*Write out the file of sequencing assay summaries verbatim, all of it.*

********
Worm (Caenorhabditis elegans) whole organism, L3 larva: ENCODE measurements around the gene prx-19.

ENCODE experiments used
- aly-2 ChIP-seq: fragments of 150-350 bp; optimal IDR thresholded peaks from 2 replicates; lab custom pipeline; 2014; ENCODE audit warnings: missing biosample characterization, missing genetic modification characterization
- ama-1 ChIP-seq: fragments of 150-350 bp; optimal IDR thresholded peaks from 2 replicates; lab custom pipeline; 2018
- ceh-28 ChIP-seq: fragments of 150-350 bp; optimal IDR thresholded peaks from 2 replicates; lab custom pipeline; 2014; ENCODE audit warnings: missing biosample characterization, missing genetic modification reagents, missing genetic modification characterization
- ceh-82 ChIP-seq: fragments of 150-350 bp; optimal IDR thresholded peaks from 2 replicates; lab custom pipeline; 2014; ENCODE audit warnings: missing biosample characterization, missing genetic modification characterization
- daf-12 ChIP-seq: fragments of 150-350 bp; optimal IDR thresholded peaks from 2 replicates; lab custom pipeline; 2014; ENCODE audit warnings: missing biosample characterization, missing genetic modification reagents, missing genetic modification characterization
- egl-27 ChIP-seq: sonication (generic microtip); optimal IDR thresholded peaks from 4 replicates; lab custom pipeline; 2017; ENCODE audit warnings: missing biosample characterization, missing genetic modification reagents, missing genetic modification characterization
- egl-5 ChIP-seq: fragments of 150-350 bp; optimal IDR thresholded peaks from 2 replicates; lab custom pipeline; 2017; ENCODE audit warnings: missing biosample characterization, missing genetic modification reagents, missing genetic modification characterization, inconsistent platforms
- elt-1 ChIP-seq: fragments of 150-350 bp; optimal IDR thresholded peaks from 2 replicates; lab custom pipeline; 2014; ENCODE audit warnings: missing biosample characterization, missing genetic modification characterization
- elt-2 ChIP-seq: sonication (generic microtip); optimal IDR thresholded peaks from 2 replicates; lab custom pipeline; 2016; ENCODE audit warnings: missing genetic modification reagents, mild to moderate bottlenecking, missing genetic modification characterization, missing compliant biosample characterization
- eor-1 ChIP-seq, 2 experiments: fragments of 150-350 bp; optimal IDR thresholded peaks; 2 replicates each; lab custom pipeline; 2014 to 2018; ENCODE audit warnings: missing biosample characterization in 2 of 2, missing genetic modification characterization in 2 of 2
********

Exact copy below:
Worm (Caenorhabditis elegans) whole organism, L3 larva: ENCODE measurements around the gene prx-19.

ENCODE experiments used
- aly-2 ChIP-seq: fragments of 150-350 bp; optimal IDR thresholded peaks from 2 replicates; lab custom pipeline; 2014; ENCODE audit warnings: missing biosample characterization, missing genetic modification characterization
- ama-1 ChIP-seq: fragments of 150-350 bp; optimal IDR thresholded peaks from 2 replicates; lab custom pipeline; 2018
- ceh-28 ChIP-seq: fragments of 150-350 bp; optimal IDR thresholded peaks from 2 replicates; lab custom pipeline; 2014; ENCODE audit warnings: missing biosample characterization, missing genetic modification reagents, missing genetic modification characterization
- ceh-82 ChIP-seq: fragments of 150-350 bp; optimal IDR thresholded peaks from 2 replicates; lab custom pipeline; 2014; ENCODE audit warnings: missing biosample characterization, missing genetic modification characterization
- daf-12 ChIP-seq: fragments of 150-350 bp; optimal IDR thresholded peaks from 2 replicates; lab custom pipeline; 2014; ENCODE audit warnings: missing biosample characterization, missing genetic modification reagents, missing genetic modification characterization
- egl-27 ChIP-seq: sonication (generic microtip); optimal IDR thresholded peaks from 4 replicates; lab custom pipeline; 2017; ENCODE audit warnings: missing biosample characterization, missing genetic modification reagents, missing genetic modification characterization
- egl-5 ChIP-seq: fragments of 150-350 bp; optimal IDR thresholded peaks from 2 replicates; lab custom pipeline; 2017; ENCODE audit warnings: missing biosample characterization, missing genetic modification reagents, missing genetic modification characterization, inconsistent platforms
- elt-1 ChIP-seq: fragments of 150-350 bp; optimal IDR thresholded peaks from 2 replicates; lab custom pipeline; 2014; ENCODE audit warnings: missing biosample characterization, missing genetic modification characterization
- elt-2 ChIP-seq: sonication (generic microtip); optimal IDR thresholded peaks from 2 replicates; lab custom pipeline; 2016; ENCODE audit warnings: missing genetic modification reagents, mild to moderate bottlenecking, missing genetic modification characterization, missing compliant biosample characterization
- eor-1 ChIP-seq, 2 experiments: fragments of 150-350 bp; optimal IDR thresholded peaks; 2 replicates each; lab custom pipeline; 2014 to 2018; ENCODE audit warnings: missing biosample characterization in 2 of 2, missing genetic modification characterization in 2 of 2